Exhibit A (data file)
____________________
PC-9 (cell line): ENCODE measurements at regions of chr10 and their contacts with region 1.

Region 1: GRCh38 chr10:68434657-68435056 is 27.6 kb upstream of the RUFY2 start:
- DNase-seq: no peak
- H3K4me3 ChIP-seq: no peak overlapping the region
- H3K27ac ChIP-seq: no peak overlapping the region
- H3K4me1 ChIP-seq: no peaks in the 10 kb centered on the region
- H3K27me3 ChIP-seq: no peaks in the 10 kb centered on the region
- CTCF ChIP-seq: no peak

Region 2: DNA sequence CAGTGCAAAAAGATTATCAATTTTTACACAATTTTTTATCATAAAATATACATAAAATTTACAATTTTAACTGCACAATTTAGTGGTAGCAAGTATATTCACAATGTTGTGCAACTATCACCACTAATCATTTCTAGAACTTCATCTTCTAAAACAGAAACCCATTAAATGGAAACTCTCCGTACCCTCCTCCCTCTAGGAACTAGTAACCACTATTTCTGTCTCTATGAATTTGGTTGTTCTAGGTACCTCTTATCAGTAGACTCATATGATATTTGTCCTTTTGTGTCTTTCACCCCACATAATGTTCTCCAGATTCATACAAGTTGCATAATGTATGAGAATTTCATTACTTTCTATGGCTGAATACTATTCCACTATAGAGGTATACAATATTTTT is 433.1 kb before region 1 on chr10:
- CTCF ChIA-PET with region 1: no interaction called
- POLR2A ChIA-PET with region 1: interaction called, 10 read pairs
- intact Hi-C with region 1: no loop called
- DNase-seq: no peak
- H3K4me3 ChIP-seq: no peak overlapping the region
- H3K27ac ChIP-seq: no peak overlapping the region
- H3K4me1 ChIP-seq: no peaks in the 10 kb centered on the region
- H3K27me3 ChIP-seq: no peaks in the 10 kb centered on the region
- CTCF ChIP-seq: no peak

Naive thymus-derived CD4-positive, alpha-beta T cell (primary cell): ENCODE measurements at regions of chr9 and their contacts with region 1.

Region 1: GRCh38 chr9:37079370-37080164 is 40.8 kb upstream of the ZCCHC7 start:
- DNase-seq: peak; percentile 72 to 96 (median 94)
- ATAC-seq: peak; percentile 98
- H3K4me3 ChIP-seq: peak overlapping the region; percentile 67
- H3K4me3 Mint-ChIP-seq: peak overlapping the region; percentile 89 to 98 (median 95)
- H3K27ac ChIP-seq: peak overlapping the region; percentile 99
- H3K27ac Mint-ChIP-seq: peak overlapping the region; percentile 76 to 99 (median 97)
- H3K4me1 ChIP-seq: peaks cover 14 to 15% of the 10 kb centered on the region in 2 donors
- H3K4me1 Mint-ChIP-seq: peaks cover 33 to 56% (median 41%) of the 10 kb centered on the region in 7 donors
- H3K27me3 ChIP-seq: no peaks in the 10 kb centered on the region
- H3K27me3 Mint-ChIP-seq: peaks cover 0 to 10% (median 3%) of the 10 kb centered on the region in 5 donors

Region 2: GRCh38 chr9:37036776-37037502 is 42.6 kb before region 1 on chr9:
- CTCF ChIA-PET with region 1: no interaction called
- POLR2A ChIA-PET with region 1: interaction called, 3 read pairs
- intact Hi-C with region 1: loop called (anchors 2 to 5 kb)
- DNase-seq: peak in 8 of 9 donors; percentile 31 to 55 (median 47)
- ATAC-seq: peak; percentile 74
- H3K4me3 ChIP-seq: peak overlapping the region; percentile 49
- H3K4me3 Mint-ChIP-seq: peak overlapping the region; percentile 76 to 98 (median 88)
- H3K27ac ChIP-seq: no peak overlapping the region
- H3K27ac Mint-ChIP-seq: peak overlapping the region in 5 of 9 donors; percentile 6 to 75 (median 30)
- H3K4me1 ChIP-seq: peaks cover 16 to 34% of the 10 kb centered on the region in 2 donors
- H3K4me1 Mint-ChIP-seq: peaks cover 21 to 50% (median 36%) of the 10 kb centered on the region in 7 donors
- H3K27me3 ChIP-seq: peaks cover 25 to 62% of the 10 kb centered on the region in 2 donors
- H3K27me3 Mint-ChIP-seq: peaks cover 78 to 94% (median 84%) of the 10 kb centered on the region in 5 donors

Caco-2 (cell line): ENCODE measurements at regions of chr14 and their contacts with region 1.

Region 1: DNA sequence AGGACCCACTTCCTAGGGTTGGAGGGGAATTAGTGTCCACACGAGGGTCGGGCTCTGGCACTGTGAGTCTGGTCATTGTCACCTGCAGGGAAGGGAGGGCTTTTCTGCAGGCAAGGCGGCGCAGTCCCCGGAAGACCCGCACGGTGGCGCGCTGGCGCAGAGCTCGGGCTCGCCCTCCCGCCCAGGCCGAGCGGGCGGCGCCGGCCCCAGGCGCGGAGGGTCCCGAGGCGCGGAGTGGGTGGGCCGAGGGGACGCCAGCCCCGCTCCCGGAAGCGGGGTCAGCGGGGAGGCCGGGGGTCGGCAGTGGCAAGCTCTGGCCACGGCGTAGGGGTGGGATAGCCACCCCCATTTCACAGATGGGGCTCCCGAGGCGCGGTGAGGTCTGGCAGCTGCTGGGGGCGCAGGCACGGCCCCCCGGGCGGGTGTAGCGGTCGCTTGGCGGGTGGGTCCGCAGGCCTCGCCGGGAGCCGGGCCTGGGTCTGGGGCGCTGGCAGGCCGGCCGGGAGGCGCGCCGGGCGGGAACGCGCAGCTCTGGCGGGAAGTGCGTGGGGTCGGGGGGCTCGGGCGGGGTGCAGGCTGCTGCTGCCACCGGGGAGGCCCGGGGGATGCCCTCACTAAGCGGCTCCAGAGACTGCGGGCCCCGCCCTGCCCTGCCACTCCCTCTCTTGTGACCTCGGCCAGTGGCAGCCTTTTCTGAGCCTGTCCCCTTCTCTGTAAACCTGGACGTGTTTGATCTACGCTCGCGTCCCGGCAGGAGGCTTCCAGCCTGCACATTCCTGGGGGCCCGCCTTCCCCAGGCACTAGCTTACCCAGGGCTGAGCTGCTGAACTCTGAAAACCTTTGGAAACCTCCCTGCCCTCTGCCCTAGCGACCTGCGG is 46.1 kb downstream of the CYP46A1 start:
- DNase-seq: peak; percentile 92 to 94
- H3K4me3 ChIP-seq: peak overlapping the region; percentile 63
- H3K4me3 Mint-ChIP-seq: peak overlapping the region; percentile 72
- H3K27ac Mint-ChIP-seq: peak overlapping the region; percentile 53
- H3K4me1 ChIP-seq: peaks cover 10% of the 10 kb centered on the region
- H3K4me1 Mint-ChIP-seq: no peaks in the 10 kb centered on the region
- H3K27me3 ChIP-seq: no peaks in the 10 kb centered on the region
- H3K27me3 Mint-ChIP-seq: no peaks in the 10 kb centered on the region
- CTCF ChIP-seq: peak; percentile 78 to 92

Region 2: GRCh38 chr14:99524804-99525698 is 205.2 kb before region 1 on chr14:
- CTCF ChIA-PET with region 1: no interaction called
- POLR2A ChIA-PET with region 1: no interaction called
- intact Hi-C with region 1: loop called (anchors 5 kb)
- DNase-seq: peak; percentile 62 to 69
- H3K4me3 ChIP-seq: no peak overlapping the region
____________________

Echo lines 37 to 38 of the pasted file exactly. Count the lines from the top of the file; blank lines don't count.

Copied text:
- H3K4me3 ChIP-seq: peak overlapping the region; percentile 49
- H3K4me3 Mint-ChIP-seq: peak overlapping the region; percentile 76 to 98 (median 88)